Friday, June 08, 2007

Who or whom: who cares?

Do you know when to use "who" and when it should be "whom"? If you're not sure, you might like to test yourself:

Roger introduced me to a plumber xxxxx, I felt, was trustworthy.

At the party I met a woman xxxxx I really liked.

The bloke xxxxx said that was clearly a cretin.

xxxxx would you like to take to the ball?

If you got them all right (who, whom, who, whom), you can feel bit smug. But I'm afraid it won't do you a lot of good. Because I'm pretty sure that, along with the apostrophe, whom will have disappeared from all but the most learned written English 10 years or so now.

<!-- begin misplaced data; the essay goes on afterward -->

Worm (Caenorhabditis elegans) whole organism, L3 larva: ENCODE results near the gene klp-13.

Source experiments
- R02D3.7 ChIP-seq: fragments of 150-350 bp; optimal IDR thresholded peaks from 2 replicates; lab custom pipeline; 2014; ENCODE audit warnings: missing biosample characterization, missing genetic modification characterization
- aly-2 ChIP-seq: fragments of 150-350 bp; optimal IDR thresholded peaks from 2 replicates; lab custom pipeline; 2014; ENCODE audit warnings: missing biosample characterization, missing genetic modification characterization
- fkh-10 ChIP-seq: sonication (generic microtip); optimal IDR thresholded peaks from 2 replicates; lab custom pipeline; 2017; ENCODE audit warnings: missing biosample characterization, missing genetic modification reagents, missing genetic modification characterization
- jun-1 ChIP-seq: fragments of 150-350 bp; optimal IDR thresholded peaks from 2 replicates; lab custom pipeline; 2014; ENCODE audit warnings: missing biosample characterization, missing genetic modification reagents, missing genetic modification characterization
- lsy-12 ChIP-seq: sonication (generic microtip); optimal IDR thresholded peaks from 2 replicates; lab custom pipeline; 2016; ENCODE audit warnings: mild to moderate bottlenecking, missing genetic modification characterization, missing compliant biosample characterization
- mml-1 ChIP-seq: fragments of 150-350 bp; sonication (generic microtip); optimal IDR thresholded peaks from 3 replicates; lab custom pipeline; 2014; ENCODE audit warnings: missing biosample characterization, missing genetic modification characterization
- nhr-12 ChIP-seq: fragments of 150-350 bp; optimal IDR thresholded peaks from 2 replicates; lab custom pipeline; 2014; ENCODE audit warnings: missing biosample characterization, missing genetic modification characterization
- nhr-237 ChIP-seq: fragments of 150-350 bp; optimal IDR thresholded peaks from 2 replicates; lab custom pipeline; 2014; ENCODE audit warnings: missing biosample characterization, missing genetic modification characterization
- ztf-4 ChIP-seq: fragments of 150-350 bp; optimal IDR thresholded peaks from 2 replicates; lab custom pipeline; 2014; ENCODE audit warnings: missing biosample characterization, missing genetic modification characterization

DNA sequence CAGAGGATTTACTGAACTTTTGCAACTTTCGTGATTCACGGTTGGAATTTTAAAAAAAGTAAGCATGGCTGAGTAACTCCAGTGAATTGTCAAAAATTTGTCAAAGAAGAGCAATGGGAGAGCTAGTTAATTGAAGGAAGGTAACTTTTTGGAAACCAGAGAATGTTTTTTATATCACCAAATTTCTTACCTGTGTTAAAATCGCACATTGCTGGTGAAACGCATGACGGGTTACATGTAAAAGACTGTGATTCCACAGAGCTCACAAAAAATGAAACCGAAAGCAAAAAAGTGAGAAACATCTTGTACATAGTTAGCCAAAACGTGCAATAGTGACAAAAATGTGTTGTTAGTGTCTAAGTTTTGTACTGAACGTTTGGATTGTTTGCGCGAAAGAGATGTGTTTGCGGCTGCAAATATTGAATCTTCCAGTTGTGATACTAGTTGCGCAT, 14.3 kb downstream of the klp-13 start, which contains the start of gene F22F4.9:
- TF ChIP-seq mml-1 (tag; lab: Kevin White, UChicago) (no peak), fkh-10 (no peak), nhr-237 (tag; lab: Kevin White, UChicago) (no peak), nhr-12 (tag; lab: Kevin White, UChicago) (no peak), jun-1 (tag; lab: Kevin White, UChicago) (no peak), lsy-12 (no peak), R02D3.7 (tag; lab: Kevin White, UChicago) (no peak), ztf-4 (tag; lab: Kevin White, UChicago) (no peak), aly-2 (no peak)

Why? The usual reason. It's bit fiddly, it sounds old-fashioned and it doesn't really serve any useful purpose. "Who would you like to take to the ball?" just sounds more like a normal person talking; and, almost always when we write persuasively, that's the effect we're aiming to achieve.

I wonder if there's anyone out there to whom what I say is sacrilege?


At 3:46 pm, Blogger Chris Thurling said...

Yes, there father!


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